A bill in Israel that would make all Nazi comparisons illegal was passed by cabinet ministers on Tuesday.
In reaction to protests last month in which ultra-Orthodox demonstrators dressed up as Holocaust prisoners, the bill would criminalize the use of the word 'Nazi' as well as other symbols of the Holocausts for anything but teaching purposes.
In a demonstration against perceived persecution by the government, members of the ultra-Orthodox community in Jerusalem dressed up in the uniforms of concentration camp prisoners and pinned yellow Stars of David to their clothes. The poignant symbols outraged the nation, where about 200,000 Holocaust survivors currently live.
Instead of bringing attention to the ultra-Orthodox's demands that men and women be separated in public spaces, the protests sparked a dialogue about hate speech and about the general rise of Nazi comparisons in a country that was once too scared of using the term lightly.
There was... a time when the words 'Hitler,' 'Nazi' and 'Gestapo' were not thrown about recklessly, when images of the emaciated inmates of Nazi concentration camps were a reminder not just to the Jewish people but to all the world of the terrible turn of events that led to the death of 6 million Jews and millions of others in the Holocaust, wrote Abraham Foxman, National Director of the Anti-Defamation League, following the protests.
Never did I think that we would have to speak out about the abject trivialization of the Holocaust by a group of Jews living in Israel... The scene in Jerusalem square was both an aberration and an outrage. This was blatant, in-your-face Holocaust trivialization on a level that until now we have rarely witnessed in Israeli society.
During the protest, participants compared the government and police officers to the members of Hitler's party. The ultra-Orthodox have felt outcast in Israel for their conservative religious views. Before the New Year's Eve demonstration, Israelis were growing weary of the generally right-wing community, which had been trying to make Israeli women sit at the back of buses. A few ultra-Orthodox men also had been spiting at women who they felt were dressed too immodestly.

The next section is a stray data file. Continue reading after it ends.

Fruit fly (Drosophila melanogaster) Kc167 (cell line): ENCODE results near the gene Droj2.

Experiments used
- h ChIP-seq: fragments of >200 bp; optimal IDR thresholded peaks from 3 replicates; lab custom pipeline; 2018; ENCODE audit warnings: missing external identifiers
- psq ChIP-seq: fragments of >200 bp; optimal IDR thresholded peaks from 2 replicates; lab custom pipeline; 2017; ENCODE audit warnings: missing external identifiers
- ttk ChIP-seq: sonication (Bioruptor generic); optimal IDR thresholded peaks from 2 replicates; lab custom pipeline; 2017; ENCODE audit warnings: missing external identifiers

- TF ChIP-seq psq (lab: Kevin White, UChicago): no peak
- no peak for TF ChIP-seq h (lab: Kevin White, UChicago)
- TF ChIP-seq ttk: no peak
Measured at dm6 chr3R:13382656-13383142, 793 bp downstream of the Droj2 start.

The proposed law would not only make the word Nazi illegal, but also all images, photos, drawings and sculptures referencing Nazism or the swastika, as well as other Holocaust symbols such as striped prison garments.
Unfortunately we have been witness in recent years to the cynical exploitation of Nazi symbols and phraseology, which is offensive to Holocaust survivors, their families, and many others among the Jewish people, the bill's sponsor, Uri Ariel of the National Union party, told the BBC.
The law constitutes an appropriate warning, and will anchor in law a fitting punishment for the despicable use.
Making comparisons to the Nazi party or to any of the related atrocities of World War II would carry a maximum penalty of six months in prison and a $25,000 fine.
But critics feel that the bill infringes on freedom of speech and of expressions.
Precisely because of the importance and centrality of the Holocaust, the attempt to dictate when and in what context it can be referenced is very problematic, the Association for Civil Rights in Israel stated.
This bill seeks in effect to control the public debate, its content and tone, with force, using criminal prohibitions and the threat of prison.
Freedom of expression is the right to say harsh, critical and even hurtful things. It is the right to give crude and extreme expression to opinions, emotions and thoughts and it also includes the right to make rhetorical use of difficult and provocative images, the organization added.